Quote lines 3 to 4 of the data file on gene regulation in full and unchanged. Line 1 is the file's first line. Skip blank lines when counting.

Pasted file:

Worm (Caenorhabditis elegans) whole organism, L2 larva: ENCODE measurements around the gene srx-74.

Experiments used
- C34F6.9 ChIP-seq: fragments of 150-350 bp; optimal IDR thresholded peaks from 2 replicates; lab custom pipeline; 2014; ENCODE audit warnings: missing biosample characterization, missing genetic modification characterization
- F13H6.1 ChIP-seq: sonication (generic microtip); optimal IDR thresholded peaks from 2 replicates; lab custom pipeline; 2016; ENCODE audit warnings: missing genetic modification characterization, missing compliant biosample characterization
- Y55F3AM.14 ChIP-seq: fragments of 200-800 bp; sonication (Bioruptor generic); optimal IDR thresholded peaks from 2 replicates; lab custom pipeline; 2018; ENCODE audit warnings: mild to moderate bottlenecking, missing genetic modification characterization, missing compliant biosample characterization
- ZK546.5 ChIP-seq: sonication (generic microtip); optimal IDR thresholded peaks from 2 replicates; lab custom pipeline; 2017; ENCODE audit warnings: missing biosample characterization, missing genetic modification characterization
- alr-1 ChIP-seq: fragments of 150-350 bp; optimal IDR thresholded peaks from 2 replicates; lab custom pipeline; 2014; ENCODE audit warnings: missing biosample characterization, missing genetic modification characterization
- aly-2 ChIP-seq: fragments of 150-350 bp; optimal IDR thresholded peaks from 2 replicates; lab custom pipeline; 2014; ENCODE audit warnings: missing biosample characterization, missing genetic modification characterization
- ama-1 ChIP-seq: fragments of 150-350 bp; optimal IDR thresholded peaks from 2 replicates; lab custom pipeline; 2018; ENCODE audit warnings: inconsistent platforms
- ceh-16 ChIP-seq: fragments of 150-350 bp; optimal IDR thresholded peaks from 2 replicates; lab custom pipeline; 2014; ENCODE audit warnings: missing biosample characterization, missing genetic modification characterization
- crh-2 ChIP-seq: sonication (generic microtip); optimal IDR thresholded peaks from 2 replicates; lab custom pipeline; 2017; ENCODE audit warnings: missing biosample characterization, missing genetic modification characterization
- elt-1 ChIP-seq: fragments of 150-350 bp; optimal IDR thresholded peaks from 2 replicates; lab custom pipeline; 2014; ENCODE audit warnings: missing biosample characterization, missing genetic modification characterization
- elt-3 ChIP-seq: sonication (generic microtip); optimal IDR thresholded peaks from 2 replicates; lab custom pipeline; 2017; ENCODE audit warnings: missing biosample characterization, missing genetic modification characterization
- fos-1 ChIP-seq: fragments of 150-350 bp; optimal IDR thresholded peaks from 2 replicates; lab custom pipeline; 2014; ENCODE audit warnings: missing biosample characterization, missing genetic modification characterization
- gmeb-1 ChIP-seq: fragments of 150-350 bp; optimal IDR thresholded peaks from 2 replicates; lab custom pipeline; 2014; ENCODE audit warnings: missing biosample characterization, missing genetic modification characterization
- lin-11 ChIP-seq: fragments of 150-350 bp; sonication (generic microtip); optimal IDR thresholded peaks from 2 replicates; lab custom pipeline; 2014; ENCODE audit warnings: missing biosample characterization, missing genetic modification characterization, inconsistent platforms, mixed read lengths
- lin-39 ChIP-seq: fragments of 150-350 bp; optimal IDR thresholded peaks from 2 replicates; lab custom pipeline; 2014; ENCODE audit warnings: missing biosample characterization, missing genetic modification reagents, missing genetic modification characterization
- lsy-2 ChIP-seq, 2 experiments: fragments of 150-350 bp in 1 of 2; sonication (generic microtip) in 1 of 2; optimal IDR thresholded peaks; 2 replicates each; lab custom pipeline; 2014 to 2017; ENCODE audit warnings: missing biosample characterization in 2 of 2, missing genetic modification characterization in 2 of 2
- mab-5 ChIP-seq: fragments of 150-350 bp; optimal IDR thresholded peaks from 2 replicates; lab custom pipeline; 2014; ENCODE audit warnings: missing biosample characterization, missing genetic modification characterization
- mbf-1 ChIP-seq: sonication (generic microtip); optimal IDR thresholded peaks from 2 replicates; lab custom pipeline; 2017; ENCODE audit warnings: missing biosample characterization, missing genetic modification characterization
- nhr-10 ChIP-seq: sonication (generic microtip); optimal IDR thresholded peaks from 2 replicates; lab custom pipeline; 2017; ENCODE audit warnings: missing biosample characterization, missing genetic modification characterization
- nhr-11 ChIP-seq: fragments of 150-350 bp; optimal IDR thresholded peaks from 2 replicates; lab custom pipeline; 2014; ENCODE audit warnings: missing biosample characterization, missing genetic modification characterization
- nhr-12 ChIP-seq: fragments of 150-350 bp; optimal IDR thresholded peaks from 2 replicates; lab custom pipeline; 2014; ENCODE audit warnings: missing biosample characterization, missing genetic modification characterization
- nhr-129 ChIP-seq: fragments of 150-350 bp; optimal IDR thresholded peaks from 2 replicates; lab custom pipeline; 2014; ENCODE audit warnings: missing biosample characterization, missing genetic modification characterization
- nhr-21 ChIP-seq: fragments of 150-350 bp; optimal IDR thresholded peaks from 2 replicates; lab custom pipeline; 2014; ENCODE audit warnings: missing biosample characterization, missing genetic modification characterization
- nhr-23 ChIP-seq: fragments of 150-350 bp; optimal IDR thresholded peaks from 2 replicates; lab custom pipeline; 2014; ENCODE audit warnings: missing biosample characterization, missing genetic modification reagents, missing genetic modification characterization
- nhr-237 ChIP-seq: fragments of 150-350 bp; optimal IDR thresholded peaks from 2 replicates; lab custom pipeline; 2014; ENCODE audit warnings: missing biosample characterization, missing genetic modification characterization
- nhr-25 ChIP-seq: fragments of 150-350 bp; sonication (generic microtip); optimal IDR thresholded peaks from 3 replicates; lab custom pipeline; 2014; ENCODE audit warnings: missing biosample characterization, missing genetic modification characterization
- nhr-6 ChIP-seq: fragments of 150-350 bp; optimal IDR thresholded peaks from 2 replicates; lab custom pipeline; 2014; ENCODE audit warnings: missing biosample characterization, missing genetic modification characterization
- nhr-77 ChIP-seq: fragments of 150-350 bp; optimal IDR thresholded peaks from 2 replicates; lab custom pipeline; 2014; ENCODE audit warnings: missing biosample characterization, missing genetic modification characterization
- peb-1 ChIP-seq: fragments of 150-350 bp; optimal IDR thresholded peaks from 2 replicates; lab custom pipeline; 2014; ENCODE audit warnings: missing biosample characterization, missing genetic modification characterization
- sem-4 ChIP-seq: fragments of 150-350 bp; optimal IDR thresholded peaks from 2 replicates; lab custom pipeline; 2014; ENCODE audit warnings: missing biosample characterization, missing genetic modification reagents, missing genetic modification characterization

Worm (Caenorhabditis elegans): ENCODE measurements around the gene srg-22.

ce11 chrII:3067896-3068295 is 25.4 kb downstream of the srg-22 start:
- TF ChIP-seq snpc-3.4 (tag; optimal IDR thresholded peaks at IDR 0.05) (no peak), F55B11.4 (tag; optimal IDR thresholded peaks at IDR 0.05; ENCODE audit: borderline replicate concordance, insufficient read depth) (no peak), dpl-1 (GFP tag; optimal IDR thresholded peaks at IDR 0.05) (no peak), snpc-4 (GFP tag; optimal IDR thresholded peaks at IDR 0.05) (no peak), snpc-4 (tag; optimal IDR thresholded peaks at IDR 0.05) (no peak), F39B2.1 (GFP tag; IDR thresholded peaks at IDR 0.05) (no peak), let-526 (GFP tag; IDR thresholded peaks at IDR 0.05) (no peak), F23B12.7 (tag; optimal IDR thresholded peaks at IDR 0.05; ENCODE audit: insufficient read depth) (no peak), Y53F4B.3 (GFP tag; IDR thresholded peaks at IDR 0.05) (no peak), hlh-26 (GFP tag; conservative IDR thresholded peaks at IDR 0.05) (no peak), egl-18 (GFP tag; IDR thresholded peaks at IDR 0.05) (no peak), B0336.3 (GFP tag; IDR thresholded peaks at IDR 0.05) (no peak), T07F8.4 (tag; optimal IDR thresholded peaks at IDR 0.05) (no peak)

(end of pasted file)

- C34F6.9 ChIP-seq: fragments of 150-350 bp; optimal IDR thresholded peaks from 2 replicates; lab custom pipeline; 2014; ENCODE audit warnings: missing biosample characterization, missing genetic modification characterization
- F13H6.1 ChIP-seq: sonication (generic microtip); optimal IDR thresholded peaks from 2 replicates; lab custom pipeline; 2016; ENCODE audit warnings: missing genetic modification characterization, missing compliant biosample characterization